Sweltering temps lead to record power usage
FRESNO (AP) – Californians set a record for energy use Monday as temperatures around the state soared above 100 degrees.
Tissany Humphrey, 21, found a low-tech way to keep her 8-month-old son cool in the sweltering heat as she ran errands in Redding, a city about 160 miles north of Sacramento, where temperatures were at 110 degrees at 4 p.m. Monday.
“I don’t have air conditioning in my car, so I drench him in water, roll the windows down and let the air hit him as we drive,” she said.
Humphrey, who is four months pregnant, went out to go grocery shopping and do laundry, chores she called “torturous and brutal” in the midday heat.
Energy officials urged people to drive less, and keep their air conditioner temperatures moderate or use fans in an effort to curb the demand for electricity.
By Monday afternoon, peak demand had surpassed 46,000 megawatts and was still growing, according to the California Independent System Operator Corporation. The previous record of 45,431 megawatts was set last year on July 20. One megawatt is approximately enough electricity to run 750 homes.
“We’re looking at a very high load,” said Kristina Osborne, spokeswoman for California’s ISO, referring to Monday’s energy usage. “We are looking OK for now. If something happens, if we lose a transmission line or a power plant goes off-line, all of that can impact the grid.”
Demand was also extremely high over the weekend, reaching 42,736 megawatts on Saturday and 41,875 on Sunday.
Gov. Arnold Schwarzenegger ordered state offices to adjust thermostats, turn off nonessential lights and employ other measures to reduce electricity use during peak hours for the rest of the week.
In 2000, the state’s electricity system collapsed under the weight of high demand, inadequate supplies, bottlenecked transmission lines, market manipulation and a botched attempt at deregulation.
The high temperatures have not only put pressure on the power system, but also have led to Spare the Air days around the state.
In the Bay Area where temperatures topped 100 degrees in the East Bay suburb of Walnut Creek, the mix of heat and air pollution from vehicle exhaust was expected to reach levels that are unhealthy for children, the elderly and people with respiratory problems, leading transportation officials to make public transit free to lure commuters away from their cars.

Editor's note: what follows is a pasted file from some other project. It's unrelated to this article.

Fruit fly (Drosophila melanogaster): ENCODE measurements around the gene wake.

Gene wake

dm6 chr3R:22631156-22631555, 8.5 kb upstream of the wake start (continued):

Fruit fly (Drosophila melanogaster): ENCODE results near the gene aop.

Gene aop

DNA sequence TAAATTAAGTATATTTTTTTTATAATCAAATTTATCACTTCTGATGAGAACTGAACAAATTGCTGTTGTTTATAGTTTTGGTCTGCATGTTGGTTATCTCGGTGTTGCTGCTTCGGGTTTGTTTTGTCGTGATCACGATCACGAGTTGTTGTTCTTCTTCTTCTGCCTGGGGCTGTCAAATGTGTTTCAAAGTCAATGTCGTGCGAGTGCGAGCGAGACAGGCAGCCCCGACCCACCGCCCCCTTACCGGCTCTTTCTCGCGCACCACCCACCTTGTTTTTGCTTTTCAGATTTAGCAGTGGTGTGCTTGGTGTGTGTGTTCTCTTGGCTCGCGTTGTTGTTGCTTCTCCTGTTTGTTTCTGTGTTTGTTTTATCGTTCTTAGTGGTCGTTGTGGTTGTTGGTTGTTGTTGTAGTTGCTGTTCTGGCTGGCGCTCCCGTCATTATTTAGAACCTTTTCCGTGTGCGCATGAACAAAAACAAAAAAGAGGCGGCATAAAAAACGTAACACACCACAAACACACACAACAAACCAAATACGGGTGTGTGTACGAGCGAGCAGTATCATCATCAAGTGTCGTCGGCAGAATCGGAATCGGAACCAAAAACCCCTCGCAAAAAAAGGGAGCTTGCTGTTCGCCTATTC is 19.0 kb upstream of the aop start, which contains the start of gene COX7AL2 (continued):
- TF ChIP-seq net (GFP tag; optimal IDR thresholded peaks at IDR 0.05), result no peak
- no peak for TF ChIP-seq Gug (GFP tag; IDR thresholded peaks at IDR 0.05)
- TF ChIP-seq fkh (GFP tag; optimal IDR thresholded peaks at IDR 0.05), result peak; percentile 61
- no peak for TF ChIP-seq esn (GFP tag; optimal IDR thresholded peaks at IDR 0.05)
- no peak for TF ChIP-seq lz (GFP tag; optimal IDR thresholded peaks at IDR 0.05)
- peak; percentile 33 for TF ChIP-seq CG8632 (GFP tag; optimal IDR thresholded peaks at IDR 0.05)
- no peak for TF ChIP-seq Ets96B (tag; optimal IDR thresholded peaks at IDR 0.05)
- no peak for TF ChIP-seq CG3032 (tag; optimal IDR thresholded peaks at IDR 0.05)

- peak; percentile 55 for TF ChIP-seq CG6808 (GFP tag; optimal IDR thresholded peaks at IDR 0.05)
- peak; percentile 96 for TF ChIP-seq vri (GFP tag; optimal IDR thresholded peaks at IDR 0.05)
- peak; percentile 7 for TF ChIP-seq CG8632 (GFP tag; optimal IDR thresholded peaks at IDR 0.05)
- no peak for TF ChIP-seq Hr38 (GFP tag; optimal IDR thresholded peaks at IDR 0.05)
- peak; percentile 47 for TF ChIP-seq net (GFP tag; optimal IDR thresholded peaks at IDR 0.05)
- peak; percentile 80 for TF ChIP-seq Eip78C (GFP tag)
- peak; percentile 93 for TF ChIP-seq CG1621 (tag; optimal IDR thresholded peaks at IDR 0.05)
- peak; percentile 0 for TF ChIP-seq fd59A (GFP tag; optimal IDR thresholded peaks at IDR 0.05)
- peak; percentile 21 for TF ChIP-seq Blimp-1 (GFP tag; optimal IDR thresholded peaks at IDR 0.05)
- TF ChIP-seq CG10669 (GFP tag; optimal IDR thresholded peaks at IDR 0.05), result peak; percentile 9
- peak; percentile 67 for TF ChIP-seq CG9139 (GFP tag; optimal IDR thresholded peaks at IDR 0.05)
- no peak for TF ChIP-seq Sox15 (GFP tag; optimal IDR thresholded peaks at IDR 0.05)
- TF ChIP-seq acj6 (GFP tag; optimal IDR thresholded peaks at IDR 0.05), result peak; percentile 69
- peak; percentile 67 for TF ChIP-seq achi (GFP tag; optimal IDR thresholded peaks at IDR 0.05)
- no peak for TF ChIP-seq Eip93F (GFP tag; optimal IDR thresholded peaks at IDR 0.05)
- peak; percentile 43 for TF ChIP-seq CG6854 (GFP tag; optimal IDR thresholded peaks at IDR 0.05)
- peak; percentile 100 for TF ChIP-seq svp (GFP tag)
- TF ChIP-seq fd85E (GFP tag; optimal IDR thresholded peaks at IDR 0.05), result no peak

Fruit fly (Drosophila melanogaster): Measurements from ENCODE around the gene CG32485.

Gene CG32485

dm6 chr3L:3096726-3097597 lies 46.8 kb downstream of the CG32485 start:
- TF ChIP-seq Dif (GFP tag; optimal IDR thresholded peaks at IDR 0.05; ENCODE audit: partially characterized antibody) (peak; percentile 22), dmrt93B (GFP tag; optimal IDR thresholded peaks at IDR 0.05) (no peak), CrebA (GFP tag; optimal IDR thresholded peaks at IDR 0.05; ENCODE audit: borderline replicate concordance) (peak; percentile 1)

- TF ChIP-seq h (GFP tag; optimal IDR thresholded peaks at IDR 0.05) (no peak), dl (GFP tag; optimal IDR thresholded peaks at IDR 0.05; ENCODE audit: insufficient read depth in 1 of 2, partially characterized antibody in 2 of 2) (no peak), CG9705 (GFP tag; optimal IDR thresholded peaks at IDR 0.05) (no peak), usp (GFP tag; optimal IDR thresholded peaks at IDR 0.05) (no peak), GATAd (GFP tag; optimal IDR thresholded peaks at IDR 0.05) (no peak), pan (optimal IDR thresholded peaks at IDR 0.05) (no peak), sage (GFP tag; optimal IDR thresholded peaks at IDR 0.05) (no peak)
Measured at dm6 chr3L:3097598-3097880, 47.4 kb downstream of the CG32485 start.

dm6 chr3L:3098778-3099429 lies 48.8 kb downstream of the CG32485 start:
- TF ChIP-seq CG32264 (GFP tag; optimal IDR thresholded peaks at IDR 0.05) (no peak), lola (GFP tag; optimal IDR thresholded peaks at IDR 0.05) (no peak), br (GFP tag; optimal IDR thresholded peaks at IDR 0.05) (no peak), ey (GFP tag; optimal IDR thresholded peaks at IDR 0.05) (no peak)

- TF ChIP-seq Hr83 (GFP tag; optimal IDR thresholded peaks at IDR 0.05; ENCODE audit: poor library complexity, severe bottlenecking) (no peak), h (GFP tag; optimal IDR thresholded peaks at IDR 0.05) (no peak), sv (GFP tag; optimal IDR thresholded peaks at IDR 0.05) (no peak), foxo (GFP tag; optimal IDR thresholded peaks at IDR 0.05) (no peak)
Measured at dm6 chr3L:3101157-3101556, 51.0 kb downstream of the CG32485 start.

For some, the heat was an inevitable part of the workday. The United Farm Workers union last week kicked off a radio campaign to educate farmworkers throughout the state about their right to drinking water, shade and breaks – rules developed after five farmworkers died of heat-related deaths last year.
“We do not want to see a repeat of last summer. There are other workers in outdoor industries that have to work in extreme conditions but none have the high death rate that is found in the agriculture industry,” said Marc Grossman, a spokesman for the union.
Four of the five deaths last year were reported in Kern County, where temperatures reached 105 degrees Monday.
Even popular getaways were hit by the heat.
“A lot of people come to the park to find respite from the heat,” said Adrienne Freeman, a spokeswoman for Yosemite National Park. Although temperatures were predicted to hit 104 Tuesday, Freeman said it still beats the heat in lower altitudes.
“The nice thing about Yosemite is that it always cools off at night,” she said.
Temperatures in downtown Los Angeles peaked at 93 degrees Monday, but a cloud of monsoonal moisture over most of Southern California cooled the region by late afternoon.
– Associated Press writers Juliana Barbassa in San Francisco and Laura Kurtzman in Sacramento contributed to this story.
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